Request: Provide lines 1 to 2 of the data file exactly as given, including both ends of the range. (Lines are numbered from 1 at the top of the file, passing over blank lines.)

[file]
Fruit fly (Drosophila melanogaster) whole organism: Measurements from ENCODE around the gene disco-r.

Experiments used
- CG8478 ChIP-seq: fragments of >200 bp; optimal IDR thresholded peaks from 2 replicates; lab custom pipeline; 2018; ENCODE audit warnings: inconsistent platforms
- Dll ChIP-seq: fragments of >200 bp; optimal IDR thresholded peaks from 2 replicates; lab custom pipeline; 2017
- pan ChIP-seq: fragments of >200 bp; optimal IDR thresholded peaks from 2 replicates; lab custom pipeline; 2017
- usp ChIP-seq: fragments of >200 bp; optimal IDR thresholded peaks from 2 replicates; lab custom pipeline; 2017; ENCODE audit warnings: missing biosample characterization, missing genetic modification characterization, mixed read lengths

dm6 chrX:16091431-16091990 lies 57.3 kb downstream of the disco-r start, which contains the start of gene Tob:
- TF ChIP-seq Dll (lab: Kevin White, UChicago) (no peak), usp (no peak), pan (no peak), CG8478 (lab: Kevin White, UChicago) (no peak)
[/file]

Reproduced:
Fruit fly (Drosophila melanogaster) whole organism: Measurements from ENCODE around the gene disco-r.

Experiments used